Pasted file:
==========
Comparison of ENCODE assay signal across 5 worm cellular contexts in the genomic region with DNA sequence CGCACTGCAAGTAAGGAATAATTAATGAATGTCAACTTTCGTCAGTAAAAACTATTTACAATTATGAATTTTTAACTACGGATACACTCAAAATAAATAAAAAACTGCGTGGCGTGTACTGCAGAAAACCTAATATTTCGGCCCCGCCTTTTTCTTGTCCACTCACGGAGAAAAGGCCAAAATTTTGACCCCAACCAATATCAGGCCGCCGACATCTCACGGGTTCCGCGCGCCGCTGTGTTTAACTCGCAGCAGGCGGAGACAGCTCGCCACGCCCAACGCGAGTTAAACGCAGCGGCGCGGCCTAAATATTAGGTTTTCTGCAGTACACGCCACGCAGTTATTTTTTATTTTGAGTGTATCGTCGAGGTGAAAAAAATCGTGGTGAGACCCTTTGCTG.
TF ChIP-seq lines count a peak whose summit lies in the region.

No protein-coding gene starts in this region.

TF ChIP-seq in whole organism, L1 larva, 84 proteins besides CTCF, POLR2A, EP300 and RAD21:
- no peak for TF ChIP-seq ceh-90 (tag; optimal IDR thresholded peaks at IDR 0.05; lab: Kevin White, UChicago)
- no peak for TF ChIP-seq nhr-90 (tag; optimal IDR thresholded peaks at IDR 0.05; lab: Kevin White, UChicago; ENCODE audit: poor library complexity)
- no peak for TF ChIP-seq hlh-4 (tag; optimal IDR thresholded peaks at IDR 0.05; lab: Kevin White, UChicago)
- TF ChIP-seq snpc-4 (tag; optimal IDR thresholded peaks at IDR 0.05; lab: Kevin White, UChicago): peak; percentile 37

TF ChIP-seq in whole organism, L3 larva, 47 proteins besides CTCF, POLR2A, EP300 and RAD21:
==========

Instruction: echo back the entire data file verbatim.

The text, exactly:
Comparison of ENCODE assay signal across 5 worm cellular contexts in the genomic region with DNA sequence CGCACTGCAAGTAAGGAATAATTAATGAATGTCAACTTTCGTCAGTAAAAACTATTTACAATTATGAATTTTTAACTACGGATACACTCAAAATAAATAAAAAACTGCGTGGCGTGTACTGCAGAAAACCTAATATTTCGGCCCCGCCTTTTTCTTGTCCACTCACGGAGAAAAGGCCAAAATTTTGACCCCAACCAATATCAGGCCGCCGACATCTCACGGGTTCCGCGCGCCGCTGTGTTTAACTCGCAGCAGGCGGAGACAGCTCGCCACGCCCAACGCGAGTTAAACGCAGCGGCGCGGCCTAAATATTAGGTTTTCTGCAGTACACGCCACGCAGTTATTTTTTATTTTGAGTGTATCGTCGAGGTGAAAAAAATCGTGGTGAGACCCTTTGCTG.
TF ChIP-seq lines count a peak whose summit lies in the region.

No protein-coding gene starts in this region.

TF ChIP-seq in whole organism, L1 larva, 84 proteins besides CTCF, POLR2A, EP300 and RAD21:
- no peak for TF ChIP-seq ceh-90 (tag; optimal IDR thresholded peaks at IDR 0.05; lab: Kevin White, UChicago)
- no peak for TF ChIP-seq nhr-90 (tag; optimal IDR thresholded peaks at IDR 0.05; lab: Kevin White, UChicago; ENCODE audit: poor library complexity)
- no peak for TF ChIP-seq hlh-4 (tag; optimal IDR thresholded peaks at IDR 0.05; lab: Kevin White, UChicago)
- TF ChIP-seq snpc-4 (tag; optimal IDR thresholded peaks at IDR 0.05; lab: Kevin White, UChicago): peak; percentile 37

TF ChIP-seq in whole organism, L3 larva, 47 proteins besides CTCF, POLR2A, EP300 and RAD21: